Selectmen seek letters supporting high-speed Internet
BUCKLAND — Selectmen’s Chairwoman Cheryl L. Dukes wants to bring a bundle of letters to Boston from Franklin County residents to support Internet access for underserved western towns.
She will testify at a legislative hearing Sept. 18 on a bill to raise money for information technology.
The bill includes $40 million to build “final mile” infrastructure, but four Franklin County towns — Buckland, Shelburne, Conway and Northfield — could be left out of that funding because they have partial high-speed access through Comcast cable.
When area legislators were asked what these local towns could do to enhance the chances that unserved parts of their towns could get “wired,” legislators advised them to come to the Boston hearing or to at least write letters of support. They said legislators in the more populated eastern part of the state — where Internet access is not a problem — need to understand the impact that lack of high-speed access can have on rural communities in terms of economic development, educational opportunities, health and public safety issues and even property values.
Dukes is hoping to bring letters to the House Committee on Bonding, Capital Expenditures and State Assets at the Sept. 18 hearing, which takes place at 11 a.m. in Hearing Room B-1 in the Boston Statehouse.
The full Board of Selectmen agreed to head a letter-writing campaign for high-speed Internet access, and are accepting letters of support from any town.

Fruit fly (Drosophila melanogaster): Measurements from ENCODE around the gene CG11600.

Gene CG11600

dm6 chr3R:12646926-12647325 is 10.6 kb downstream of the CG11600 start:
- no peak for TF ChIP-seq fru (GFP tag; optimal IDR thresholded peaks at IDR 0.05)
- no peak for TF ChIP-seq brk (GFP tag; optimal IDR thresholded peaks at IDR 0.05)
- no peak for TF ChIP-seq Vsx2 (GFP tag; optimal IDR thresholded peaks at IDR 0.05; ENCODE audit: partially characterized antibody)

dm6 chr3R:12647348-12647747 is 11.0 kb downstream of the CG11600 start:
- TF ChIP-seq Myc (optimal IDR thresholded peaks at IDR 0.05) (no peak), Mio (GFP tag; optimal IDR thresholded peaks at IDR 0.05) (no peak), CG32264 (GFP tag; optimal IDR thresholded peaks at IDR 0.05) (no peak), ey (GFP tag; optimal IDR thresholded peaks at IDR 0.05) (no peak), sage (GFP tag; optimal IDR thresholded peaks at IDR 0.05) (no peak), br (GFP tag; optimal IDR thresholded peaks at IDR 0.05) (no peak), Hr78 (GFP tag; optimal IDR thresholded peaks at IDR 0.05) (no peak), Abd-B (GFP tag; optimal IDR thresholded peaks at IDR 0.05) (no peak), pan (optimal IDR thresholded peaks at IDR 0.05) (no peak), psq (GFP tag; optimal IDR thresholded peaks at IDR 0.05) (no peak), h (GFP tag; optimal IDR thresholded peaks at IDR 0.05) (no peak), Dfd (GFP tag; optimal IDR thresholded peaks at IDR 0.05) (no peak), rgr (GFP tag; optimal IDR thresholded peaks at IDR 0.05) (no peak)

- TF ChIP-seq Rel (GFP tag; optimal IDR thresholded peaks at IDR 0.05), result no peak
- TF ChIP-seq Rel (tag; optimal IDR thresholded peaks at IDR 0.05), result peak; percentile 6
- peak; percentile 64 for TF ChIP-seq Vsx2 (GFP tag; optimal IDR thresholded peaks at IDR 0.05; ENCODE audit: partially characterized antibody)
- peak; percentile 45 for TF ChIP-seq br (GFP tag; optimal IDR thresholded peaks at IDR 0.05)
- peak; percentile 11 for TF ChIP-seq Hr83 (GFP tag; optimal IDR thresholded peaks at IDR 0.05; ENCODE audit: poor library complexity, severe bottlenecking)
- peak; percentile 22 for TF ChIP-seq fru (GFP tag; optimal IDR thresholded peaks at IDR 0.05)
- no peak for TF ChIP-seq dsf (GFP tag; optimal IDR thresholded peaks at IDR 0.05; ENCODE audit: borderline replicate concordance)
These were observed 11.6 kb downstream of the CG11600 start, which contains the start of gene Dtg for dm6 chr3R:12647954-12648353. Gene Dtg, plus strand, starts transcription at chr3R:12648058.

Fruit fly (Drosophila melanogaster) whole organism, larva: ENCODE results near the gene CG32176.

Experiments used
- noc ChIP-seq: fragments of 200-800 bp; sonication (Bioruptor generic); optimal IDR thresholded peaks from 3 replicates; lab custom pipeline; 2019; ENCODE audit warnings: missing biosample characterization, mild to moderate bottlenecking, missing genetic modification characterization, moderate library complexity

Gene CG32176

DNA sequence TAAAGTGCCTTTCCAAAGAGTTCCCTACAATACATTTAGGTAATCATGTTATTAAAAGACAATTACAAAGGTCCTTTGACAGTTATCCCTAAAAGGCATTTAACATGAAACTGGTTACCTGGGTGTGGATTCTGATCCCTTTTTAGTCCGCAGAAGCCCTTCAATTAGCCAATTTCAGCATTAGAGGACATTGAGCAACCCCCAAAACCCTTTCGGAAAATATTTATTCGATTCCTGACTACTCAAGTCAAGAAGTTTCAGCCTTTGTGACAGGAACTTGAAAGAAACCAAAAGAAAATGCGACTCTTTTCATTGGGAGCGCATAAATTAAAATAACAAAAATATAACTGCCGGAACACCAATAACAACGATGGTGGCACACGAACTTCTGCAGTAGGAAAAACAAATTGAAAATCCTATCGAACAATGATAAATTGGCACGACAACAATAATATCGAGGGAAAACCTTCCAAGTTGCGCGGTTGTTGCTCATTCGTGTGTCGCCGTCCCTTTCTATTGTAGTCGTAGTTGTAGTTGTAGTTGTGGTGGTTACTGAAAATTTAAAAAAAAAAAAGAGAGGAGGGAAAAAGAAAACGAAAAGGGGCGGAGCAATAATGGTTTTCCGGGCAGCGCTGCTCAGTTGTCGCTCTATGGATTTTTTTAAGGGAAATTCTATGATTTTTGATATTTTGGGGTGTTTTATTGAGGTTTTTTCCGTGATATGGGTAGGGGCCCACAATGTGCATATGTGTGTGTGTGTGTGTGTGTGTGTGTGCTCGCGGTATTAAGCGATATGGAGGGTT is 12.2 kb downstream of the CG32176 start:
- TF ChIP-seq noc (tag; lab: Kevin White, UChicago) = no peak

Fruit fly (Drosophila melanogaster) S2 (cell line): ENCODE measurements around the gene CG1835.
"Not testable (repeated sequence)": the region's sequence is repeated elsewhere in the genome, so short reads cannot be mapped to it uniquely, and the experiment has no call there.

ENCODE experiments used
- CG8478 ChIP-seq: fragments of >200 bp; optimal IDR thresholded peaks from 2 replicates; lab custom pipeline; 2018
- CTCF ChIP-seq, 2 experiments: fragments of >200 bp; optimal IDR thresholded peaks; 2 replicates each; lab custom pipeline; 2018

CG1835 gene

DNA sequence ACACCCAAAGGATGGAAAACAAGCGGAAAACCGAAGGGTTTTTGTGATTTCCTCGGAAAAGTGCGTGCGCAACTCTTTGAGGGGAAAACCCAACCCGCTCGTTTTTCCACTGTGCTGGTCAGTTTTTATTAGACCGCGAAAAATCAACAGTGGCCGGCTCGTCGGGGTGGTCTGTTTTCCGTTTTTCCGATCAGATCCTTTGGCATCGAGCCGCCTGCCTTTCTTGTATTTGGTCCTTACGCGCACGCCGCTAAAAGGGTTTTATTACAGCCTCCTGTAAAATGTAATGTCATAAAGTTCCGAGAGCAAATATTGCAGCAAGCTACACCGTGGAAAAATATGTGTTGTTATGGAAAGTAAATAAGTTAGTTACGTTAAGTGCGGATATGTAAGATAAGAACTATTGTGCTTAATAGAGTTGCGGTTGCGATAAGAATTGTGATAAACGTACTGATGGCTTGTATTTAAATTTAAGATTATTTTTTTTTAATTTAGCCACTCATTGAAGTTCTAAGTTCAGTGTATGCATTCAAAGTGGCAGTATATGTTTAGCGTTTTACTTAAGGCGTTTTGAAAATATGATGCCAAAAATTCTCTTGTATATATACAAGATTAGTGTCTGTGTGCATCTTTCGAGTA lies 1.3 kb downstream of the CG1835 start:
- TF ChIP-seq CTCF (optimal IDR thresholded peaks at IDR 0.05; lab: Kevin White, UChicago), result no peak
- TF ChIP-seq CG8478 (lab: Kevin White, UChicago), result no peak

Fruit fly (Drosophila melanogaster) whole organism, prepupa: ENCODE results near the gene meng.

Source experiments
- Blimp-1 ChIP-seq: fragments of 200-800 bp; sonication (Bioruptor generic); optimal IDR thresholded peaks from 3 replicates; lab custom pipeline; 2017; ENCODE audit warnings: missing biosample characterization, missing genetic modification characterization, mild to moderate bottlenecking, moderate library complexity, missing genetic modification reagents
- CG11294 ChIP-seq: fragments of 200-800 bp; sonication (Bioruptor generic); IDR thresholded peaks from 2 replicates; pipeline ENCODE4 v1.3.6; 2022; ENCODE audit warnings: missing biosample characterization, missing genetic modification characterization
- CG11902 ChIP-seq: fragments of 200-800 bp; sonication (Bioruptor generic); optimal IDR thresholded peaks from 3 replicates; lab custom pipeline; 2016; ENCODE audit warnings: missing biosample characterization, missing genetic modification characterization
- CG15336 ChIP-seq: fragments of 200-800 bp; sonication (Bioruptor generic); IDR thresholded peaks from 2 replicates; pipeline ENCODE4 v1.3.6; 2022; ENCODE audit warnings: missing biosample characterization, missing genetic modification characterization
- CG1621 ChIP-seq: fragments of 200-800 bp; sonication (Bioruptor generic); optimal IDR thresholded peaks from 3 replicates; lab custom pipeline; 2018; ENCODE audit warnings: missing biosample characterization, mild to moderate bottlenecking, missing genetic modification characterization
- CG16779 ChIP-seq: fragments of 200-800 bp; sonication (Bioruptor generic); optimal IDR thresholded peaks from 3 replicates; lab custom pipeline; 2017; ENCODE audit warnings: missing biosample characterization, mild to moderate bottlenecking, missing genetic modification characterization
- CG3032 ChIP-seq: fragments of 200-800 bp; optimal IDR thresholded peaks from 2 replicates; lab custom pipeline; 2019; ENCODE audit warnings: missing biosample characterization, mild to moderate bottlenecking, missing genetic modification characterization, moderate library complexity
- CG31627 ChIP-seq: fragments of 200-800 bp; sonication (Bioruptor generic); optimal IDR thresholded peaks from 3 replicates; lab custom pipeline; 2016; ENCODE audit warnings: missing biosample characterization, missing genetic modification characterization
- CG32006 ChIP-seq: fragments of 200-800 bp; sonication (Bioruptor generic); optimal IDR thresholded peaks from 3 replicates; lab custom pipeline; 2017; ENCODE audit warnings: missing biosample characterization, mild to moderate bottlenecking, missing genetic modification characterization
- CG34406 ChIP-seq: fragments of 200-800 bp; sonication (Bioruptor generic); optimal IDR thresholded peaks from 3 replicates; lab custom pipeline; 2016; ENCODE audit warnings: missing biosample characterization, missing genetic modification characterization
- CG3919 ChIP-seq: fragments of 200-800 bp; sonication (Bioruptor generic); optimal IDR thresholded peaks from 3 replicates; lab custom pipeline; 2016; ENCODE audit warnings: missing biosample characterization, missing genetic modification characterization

Deadline: Sept. 16
The letters may be sent to Town Administrator Andrea Llamas at: Buckland Town Hall, 17 State St., Shelburne Falls, MA 01370. To be included, they must be received by 4 p.m. on Sept. 16. The letters may also be e-mailed to: firstname.lastname@example.org.
Selectmen ask that the letters be addressed to the House and Senate committee chairmen:
The Honorable Antonio Cabral of the House Committee, and The Honorable Brian Joyce of the Senate Committee on Bonding, Capital Expenditures and State Assets.
Recommended topics to include might be:
∎ Online access to education for homework assignments, long-distance learning or research.
∎ Public safety and emergency responder issues.
∎ Economic and business development and support, including workforce training development.
Also, to bolster the town’s efforts to put into place the infrastructure for high-speed Internet, Selectmen Tuesday night voted to form an Ad Hoc Internet Access Committee that will advise selectmen and the town on “all aspects of increasing Internet access” to residents — especially in areas without broadband.
The committee will include the town administrator, a selectman, a Finance Committee member, Cable Advisory Committee member Glen Cardinal and up to three town residents. Its mission is to “provide a focal point for the planning and implementation” of increased Internet access.